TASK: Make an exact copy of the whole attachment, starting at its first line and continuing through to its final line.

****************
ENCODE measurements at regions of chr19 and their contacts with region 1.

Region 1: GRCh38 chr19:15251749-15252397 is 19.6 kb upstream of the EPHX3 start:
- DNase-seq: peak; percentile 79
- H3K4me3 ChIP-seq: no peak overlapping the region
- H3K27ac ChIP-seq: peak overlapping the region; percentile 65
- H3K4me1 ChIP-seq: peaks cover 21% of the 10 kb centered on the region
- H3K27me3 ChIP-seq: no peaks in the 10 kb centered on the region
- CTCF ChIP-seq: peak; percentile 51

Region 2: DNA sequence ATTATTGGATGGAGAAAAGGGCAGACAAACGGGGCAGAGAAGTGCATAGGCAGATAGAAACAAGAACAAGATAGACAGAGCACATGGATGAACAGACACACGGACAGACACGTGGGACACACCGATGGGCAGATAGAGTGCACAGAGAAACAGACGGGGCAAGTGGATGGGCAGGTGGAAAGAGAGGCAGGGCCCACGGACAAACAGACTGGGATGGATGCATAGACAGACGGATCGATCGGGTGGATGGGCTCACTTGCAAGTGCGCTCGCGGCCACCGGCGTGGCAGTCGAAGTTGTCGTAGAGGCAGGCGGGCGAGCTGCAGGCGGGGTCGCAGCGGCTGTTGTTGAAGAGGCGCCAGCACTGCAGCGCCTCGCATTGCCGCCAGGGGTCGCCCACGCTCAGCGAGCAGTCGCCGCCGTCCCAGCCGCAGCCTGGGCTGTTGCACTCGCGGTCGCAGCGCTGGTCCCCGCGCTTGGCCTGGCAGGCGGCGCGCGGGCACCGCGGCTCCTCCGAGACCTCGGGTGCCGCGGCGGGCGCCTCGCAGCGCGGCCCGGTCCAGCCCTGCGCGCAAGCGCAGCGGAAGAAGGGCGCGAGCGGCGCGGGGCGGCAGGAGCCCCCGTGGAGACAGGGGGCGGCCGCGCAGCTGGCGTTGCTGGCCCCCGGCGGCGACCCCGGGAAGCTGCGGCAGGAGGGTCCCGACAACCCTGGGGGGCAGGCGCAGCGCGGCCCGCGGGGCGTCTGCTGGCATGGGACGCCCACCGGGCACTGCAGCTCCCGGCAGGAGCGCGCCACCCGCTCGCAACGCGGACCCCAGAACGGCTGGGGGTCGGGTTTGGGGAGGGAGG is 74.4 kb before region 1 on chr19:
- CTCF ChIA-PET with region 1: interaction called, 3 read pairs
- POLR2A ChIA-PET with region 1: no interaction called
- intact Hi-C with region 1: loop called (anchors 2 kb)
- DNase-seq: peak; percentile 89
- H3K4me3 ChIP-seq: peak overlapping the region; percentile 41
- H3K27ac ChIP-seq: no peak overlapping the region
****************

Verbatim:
ENCODE measurements at regions of chr19 and their contacts with region 1.

Region 1: GRCh38 chr19:15251749-15252397 is 19.6 kb upstream of the EPHX3 start:
- DNase-seq: peak; percentile 79
- H3K4me3 ChIP-seq: no peak overlapping the region
- H3K27ac ChIP-seq: peak overlapping the region; percentile 65
- H3K4me1 ChIP-seq: peaks cover 21% of the 10 kb centered on the region
- H3K27me3 ChIP-seq: no peaks in the 10 kb centered on the region
- CTCF ChIP-seq: peak; percentile 51

Region 2: DNA sequence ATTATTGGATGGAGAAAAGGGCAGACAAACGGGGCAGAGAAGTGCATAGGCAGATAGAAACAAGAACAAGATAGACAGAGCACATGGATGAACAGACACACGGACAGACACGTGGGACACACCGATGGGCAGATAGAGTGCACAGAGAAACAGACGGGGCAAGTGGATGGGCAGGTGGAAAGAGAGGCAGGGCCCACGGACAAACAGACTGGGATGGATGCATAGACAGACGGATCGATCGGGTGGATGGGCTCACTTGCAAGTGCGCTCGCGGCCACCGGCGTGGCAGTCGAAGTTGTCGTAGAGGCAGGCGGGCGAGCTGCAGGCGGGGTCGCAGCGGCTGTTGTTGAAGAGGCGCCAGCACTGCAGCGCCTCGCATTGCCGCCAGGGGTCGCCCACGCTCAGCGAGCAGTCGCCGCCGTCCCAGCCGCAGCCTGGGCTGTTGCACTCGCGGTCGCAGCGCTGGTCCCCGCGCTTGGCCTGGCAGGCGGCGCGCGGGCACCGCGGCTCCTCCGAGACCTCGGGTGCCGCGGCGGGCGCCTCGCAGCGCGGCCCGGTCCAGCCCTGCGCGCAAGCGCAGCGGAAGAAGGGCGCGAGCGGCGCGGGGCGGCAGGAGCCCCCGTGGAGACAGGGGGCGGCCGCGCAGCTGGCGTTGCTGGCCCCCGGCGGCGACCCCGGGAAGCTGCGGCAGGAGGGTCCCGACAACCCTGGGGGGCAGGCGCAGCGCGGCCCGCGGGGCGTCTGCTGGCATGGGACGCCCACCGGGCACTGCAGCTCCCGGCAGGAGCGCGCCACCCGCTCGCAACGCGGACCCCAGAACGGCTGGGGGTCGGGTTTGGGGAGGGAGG is 74.4 kb before region 1 on chr19:
- CTCF ChIA-PET with region 1: interaction called, 3 read pairs
- POLR2A ChIA-PET with region 1: no interaction called
- intact Hi-C with region 1: loop called (anchors 2 kb)
- DNase-seq: peak; percentile 89
- H3K4me3 ChIP-seq: peak overlapping the region; percentile 41
- H3K27ac ChIP-seq: no peak overlapping the region